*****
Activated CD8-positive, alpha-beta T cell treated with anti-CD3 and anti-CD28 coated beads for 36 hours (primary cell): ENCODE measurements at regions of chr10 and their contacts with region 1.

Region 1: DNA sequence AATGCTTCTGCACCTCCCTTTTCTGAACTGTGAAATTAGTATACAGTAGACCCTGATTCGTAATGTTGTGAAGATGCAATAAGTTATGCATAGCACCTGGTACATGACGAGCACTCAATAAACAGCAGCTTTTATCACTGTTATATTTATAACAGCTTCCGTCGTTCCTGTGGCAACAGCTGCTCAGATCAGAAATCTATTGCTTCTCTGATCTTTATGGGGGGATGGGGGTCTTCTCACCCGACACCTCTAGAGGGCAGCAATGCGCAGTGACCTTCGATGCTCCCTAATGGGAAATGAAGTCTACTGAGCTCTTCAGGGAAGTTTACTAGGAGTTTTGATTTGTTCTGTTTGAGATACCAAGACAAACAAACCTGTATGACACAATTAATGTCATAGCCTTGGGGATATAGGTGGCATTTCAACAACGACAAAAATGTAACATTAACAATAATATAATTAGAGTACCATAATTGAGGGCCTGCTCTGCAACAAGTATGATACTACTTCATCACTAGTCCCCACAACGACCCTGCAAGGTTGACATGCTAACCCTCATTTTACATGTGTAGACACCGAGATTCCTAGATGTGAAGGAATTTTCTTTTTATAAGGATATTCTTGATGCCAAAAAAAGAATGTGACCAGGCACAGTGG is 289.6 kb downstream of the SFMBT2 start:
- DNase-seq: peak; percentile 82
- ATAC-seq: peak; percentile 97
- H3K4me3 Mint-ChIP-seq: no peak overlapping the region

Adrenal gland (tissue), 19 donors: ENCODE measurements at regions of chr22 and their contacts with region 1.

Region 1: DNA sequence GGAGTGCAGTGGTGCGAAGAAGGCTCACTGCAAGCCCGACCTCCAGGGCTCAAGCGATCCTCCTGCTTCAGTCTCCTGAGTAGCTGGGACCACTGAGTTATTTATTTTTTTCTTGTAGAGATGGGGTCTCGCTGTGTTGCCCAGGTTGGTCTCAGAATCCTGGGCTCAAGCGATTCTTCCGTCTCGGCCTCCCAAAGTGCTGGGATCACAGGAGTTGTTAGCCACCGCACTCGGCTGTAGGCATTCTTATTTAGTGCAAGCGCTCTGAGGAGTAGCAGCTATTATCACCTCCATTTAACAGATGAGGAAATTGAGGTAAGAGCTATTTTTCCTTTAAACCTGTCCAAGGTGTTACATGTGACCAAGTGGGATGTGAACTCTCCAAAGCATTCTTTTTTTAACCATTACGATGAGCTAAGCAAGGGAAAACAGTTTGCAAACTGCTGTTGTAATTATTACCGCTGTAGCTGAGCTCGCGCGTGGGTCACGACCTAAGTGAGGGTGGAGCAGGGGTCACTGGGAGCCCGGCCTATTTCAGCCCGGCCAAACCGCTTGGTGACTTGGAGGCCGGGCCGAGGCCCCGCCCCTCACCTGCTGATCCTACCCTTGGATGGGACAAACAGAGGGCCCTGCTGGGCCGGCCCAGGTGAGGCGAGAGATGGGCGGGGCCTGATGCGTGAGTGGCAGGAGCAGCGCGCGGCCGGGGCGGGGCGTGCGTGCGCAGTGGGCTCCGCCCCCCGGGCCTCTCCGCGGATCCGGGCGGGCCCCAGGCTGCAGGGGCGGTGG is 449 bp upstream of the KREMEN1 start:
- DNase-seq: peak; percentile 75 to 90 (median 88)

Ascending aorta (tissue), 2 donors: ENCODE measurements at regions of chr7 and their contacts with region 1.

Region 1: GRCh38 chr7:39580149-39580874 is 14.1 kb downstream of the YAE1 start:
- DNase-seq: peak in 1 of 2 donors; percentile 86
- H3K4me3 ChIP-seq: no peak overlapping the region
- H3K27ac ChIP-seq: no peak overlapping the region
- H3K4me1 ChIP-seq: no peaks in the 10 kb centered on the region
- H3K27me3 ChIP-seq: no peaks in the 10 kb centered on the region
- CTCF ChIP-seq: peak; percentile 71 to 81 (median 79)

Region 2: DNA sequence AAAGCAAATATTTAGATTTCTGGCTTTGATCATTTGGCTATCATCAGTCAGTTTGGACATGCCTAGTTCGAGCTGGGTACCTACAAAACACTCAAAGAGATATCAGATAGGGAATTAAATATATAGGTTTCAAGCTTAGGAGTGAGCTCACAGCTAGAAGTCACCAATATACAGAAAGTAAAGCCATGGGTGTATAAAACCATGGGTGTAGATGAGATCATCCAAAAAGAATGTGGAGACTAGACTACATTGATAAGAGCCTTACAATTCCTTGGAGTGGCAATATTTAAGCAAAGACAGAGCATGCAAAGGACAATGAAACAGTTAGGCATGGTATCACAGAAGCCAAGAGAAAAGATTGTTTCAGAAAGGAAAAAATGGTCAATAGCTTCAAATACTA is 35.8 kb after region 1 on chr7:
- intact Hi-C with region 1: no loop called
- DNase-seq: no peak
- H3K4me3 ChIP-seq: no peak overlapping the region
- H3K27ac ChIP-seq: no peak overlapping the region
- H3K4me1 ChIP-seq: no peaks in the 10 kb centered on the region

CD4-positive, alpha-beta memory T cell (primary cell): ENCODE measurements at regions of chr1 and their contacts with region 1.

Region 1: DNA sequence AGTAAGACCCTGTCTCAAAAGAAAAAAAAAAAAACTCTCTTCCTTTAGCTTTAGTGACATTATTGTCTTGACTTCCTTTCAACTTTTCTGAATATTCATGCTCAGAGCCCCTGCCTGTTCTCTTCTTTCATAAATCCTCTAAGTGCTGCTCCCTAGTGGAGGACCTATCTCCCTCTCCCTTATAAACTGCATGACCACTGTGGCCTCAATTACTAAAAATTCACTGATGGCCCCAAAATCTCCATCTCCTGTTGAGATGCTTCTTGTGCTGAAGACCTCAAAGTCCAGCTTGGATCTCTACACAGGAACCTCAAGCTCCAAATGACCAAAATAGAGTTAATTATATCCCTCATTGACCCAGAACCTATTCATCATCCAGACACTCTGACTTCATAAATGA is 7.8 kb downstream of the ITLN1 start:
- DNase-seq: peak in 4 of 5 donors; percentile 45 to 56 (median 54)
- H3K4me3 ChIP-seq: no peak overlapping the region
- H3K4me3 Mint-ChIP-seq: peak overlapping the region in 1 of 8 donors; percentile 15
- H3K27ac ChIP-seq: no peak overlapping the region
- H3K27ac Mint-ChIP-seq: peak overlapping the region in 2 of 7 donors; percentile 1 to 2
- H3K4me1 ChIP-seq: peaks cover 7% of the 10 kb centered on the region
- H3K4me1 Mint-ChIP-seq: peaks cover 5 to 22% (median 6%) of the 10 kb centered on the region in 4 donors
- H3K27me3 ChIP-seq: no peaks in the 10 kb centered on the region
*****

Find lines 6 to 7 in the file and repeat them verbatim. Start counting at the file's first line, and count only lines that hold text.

Adrenal gland (tissue), 19 donors: ENCODE measurements at regions of chr22 and their contacts with region 1.

Region 1: DNA sequence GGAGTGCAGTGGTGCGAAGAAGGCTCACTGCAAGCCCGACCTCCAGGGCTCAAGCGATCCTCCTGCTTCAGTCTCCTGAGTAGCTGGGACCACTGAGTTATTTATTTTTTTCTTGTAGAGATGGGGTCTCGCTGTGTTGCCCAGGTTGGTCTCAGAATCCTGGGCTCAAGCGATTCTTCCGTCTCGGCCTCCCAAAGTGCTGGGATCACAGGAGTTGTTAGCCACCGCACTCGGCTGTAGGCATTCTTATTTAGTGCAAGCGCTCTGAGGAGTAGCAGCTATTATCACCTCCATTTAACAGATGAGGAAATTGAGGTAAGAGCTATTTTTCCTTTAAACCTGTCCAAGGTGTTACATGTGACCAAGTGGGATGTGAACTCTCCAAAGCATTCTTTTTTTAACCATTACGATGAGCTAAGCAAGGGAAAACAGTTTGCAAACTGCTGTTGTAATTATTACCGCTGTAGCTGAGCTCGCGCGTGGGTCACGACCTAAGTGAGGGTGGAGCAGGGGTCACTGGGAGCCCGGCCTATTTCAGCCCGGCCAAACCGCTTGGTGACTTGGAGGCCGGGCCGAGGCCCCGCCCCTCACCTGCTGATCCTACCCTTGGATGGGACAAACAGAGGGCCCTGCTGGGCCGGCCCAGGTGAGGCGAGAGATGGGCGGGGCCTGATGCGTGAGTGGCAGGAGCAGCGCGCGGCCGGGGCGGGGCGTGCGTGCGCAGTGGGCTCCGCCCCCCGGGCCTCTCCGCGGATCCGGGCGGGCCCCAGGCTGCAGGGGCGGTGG is 449 bp upstream of the KREMEN1 start: